The universality of comics should be taken into account as well, when considering using them for ESL purposes. Comics are widely read all over the world in many forms – the odds are good that your students have already read comics in their native language. Take advantage of this fact by having students bring in their own comics to translate into English. Moreover, if a translated edition is already available (either an English translation of a non-English comic book or a non-English translation of an American comic), they can compare and contrast both versions. This technique may be particularly beneficial in a one-on-one tutoring session or bilingual classroom where the students share the same native language.

Finally, graphic novels provide an insight into cultural norms that are not present in traditional prose. ELLs are not only subjected to the challenges of learning a new language, but to understanding the socio-cultural factors that affect the English language. Unlike traditional text, graphic novels have facial expressions, gestures, and provide body language along with speech, providing ELLs with a variety of abstract concepts to help them handle the wide range of social issues brought with living in a new culture. 

Comics and graphic novels are a unique experience in a student's education, providing them with not only the literary tools needed to succeed but also social and cultural concepts that may be lost in other literary formats. The opportunities present for ELLs are considerable in providing engaging visual support for students with age-appropriate story-telling. For a list of graphic novels that aide in the education of ELLs, see below.


Howtoons: Tools of Mass Construction

Published by: Image Comics
Written by: Saul Griffith, Ingrid Dragotta, Nick Dragotta
Illustrated by: Nick Dragotta
Format: Softcover, 6 x 9, 360 pages, Color, $17.99
Ages: 9-12
ISBN: 978-1-63215-101-8

Lurking in the corners of your garage, on the dusty shelves of hardware stores, and in your own trashcan are the tools and ingredients for creating your own adventures. Follow Celine and Tucker as they learn through play with over 50 DIY projects! Challenged to make something "other than trouble," this brother-and-sister pair use everyday objects to invent toys that readers can build. Combining comics and real-life science and engineering principlesHowtoons are designed to encourage kids to become active participants in the world around them.

Good Night, Planet

Published by: Image Comics
Written and Illustrated by: Liniers
Format: Hardcover, 6 x 9, 36 pages, Color, $12.95
Ages: 4+
ISBN: 9781943145201

Available in Spanish. What happens while you’re sleeping? Your toys go out to play! After a long day of jumping in the leaves and reading her favorite books, this little girl is worn out – but her favorite stuffed animal, Planet, is just getting started. Planet befriends a dog, gobbles a cookie, and takes a leap into the unknown. This tender, gorgeous tale by the internationally renowned cartoonist Liniers will reveal to early readers the wonders that exist at night, in secret, after they close their eyes.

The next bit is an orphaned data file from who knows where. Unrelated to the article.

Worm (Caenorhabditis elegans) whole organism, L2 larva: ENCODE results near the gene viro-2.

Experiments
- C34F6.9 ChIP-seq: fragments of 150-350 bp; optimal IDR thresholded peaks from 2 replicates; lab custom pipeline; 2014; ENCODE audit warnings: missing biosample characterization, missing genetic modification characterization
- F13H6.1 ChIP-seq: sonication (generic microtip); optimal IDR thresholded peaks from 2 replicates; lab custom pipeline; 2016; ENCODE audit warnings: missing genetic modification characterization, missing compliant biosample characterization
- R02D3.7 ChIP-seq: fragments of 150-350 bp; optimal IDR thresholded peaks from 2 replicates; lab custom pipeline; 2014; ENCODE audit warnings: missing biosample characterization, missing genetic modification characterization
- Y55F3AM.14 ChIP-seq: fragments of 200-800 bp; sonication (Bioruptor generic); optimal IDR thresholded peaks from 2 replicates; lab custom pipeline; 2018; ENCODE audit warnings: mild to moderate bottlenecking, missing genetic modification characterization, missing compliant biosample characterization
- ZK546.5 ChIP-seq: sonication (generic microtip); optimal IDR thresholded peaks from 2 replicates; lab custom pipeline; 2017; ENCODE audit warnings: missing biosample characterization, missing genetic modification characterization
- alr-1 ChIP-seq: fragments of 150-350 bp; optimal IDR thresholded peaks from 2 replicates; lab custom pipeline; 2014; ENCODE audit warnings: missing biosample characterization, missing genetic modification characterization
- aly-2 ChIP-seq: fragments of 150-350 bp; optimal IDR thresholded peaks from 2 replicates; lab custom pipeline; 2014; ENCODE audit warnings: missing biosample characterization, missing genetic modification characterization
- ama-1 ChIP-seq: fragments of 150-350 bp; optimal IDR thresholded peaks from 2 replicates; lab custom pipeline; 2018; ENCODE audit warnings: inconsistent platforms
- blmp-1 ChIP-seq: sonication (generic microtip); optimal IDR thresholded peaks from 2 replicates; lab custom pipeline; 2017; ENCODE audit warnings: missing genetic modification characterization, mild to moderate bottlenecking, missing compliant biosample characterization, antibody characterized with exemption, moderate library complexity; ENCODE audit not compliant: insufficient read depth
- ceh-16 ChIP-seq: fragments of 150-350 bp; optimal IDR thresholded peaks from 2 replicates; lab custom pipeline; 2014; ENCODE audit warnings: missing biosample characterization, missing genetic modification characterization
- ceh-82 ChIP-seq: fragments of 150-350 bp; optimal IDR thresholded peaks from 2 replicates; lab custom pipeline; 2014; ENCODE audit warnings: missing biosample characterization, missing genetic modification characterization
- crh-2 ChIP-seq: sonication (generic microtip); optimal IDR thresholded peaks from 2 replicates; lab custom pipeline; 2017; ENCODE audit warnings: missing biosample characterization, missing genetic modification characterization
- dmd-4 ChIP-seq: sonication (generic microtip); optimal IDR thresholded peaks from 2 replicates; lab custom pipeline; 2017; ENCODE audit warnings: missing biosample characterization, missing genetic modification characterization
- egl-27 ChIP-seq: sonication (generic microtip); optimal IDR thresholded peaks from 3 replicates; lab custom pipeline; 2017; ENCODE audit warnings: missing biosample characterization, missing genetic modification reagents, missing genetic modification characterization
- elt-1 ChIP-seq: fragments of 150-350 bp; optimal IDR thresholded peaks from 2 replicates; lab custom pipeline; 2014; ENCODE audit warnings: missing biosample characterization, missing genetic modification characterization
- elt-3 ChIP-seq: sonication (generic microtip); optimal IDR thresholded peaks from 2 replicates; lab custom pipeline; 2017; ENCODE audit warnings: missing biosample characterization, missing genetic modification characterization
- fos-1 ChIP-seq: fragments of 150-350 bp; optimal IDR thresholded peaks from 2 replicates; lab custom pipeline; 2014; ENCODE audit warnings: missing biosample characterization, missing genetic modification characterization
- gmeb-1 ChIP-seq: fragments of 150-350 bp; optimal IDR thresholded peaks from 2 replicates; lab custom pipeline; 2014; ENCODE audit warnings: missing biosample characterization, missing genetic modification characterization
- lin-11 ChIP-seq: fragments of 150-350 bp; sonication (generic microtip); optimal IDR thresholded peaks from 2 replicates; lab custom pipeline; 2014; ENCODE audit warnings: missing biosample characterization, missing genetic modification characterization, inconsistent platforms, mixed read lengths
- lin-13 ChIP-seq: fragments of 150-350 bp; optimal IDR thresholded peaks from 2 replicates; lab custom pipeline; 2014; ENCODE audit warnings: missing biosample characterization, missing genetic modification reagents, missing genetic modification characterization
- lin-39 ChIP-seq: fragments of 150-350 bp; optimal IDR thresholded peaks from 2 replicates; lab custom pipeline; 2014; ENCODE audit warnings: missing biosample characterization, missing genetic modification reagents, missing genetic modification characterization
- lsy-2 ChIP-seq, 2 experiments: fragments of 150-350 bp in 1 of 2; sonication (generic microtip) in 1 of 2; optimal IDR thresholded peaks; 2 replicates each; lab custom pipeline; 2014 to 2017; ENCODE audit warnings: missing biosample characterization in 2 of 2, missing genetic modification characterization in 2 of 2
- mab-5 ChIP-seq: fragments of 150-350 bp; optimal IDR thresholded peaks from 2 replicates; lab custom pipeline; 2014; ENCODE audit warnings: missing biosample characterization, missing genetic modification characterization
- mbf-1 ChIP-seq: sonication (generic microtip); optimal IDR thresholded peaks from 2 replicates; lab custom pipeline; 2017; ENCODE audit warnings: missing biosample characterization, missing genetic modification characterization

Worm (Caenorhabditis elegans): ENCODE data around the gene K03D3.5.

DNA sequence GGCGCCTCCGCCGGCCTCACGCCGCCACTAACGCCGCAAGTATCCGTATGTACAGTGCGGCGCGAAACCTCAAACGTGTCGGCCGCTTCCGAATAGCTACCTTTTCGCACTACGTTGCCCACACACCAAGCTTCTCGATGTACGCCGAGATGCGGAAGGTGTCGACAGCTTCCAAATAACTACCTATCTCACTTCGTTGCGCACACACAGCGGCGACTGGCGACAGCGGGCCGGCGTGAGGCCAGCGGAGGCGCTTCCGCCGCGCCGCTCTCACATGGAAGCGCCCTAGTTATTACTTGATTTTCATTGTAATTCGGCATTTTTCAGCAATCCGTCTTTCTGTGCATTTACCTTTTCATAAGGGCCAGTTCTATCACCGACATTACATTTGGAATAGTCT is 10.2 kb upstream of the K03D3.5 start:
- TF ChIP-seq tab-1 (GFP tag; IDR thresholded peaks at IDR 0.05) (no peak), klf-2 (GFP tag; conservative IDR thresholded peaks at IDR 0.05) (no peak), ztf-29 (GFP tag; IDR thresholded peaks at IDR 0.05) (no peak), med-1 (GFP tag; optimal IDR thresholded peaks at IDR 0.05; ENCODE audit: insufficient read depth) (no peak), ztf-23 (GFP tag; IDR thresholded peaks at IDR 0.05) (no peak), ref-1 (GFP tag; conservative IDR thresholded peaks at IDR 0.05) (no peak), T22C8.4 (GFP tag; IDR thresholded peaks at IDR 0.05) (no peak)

American Born Chinese

Published by: Square Fish
Written and Illustrated by: Gene Luen Yang
Format: Softcover, 5 x 8, 240 pages, Color, $10.99
Ages: 12-17
ISBN: 9780312384487

Jin Wang starts at a new school where he's the only Chinese-American student. When a boy from Taiwan joins his class, Jin doesn't want to be associated with an FOB like him. Jin just wants to be an all-American boy, because he's in love with an all-American girl. Danny is an all-American boy: great at basketball, popular with the girls. But his obnoxious Chinese cousin Chin-Kee's annual visit is such a disaster that it ruins Danny's reputation at school, leaving him with no choice but to transfer somewhere he can start all over again. 

Booger Beard 

Published by: Oni Press
Written by: Vincent Navarrette
Illustrated by: Vincent Navarrette
Format: Hardcover, 6 x 9, 40 pages, Color, $12.99
Ages: 4-8
ISBN: 9781620102206

An imaginative tale of repulsive proportions! All Mijo wants is a delicious snack to settle his rumbling panza. However, an epic sneeze forces a snot rocket like you’ve never seen out of his nose and onto his face. His Ma-Mee wants him to clean it off before he eats, but how can Mijo wipe off such a masterpiece? He wants to keep his beard, no matter how gross. He just needs to convince Ma-Mee as well, and show her just how handy his booger beard can be!

Princeless Volume 1 Spanish Edition: Save Yourself

Published by: Action Lab Entertainment
Written by: Jeremy Whitley
Illustrated by: M Goodwin
Format: Softcover, 128 pages, Color, $14.99
Ages: 9-12
ISBN: 9781632292346
Release Date: 01/09/2018

Adrienne Ashe never wanted to be a princess. She hates fancy dinners, is uncomfortable in lavish dresses, and has never wanted to wait on someone else to save her. However, on the night of her 16th birthday her parents, the King and Queen, locked her away in a tower guarded by a dragon to await the rescue of some handsome prince. Now Adrienne has decided to take matters into her own hands! Come join the Eisner-nominated team of Jeremy Whitley and M. Goodwin for a tale of swashbuckling in the face of sexism. Princeless is the action adventure for the girl who's tired of waiting to be rescued and ready to save herself.